Winners of Best MA Thesis Award
August 12, 2020
It is our honor to announce that the Department chose the winners of the Best MA Thesis Award of the AY 2019-2020 and the committee selected the following students:
MA1 Program: Nikita Khokhlov
Thesis: Perceptions of Corruption and Firm Performance in Post-Communist Countries: Institutional Perspective
Supervisor: Anil Duman
Abstract: The thesis investigates the relationship between firm-level perceived corruption, country-level quality of institutional environment, and performance of enterprises in post-communist countries by using the fifth wave of the Business Environment and Enterprise Performance Survey (2012-2014). The theory suggests that corruption can either restrain the firm performance via misallocation of resources and entrepreneurial talent or accelerates it by circumventing the bureaucratic barriers and providing "speed money." The thesis demonstrates that the effect of corruption on micro-economic outcomes at the level of individual enterprises is conditional on the degree to which the rule of law, government effectiveness, and the regulatory quality are strict in the country. The empirical analysis of instrumental variable regression models with the country and economic sector fixed effects shows the positive relationship between perceptions of corruption and labor productivity growth that is statistically mitigated by the quality of the institutional environment. However, a robustness check demonstrates the positive association between perceived corruption and employment growth and a negative association between perceived corruption and sales growth. It means that the results are sensitive to the choice of proxy of firm performance. The study contributes to the literature by revealing that country-level institutional quality statistically matters for the firm-level link between perceptions of corruption and performance of enterprises in post-Communist countries.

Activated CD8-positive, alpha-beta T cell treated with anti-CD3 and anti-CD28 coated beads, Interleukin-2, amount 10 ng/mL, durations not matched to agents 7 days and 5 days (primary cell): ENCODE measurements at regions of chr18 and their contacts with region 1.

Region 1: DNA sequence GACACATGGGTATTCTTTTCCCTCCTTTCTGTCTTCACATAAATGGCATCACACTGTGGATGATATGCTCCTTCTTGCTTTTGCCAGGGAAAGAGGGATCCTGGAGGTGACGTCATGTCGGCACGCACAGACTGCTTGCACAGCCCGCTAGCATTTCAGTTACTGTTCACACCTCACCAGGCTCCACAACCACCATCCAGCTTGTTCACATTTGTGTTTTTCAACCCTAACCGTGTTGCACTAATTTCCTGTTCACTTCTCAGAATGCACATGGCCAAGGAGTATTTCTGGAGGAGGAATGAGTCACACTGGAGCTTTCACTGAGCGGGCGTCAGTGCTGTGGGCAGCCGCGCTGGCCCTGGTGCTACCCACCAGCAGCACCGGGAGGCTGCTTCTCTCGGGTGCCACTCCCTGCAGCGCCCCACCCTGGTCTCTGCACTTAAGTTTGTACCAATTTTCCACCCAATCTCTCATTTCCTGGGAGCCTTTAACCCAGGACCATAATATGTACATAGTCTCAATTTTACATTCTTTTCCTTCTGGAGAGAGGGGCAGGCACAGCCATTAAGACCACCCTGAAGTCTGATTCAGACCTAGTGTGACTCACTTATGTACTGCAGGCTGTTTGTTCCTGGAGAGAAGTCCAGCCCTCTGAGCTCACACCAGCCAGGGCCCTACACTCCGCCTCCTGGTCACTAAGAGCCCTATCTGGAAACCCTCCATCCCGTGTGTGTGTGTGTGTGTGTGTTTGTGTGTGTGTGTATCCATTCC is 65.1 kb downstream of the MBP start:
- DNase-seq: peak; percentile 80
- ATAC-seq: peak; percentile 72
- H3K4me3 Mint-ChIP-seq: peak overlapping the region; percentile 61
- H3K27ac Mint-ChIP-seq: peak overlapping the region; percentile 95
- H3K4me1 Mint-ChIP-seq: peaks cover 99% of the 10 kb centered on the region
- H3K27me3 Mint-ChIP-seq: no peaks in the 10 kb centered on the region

MA2/2 Program: Bence HamrakThesis: Persuasion Or Loyalty: The Effects Of Elite Communication On The Electoral Sanctioning Of Corruption - A Survey Experiment in Hungary
Supervisor: Gabor Simonovits
Abstract: This thesis offers a novel approach to the study of co-partisan biases in the electoral sanctioning. Prior research repeatedly showed the moderator role of partisanship on the sanctioning behavior of voters, however, no studies have looked at yet why voters use these biases in the first place. The thesis asks the question whether voters attenuate their sanctioning of co-partisan politicians to answer loyalty-based calls of their partisan identity, or because partisanship offers a channel for persuasion. Exploiting the heterogeneity of elite communication, the study contrasts the limiting effects of simple co-partisan cues to co-partisan elite persuasions on the sanctioning of corruption. The evidence for either alternative - loyalty-based sanctioning or a demand for persuasion - could have important implications for voter behavior and democratic accountability. A vignette-based survey experiment was designed to offer a first test of the hypothesized effects in Hungary in the context of political corruption at the local level. Although the multiple analytical strategies (OLS, 2SLS regression) do not offer clear results because of the unforeseen high rate of non-compliance in the experiment, the exposure of these challenges provide a potentially rewarding methodological and theoretical insight for the future research on the topic.
Congratulations to Nikita and Bence and their supervisors for the exceptional work! Both theses will be available via the CEU Library.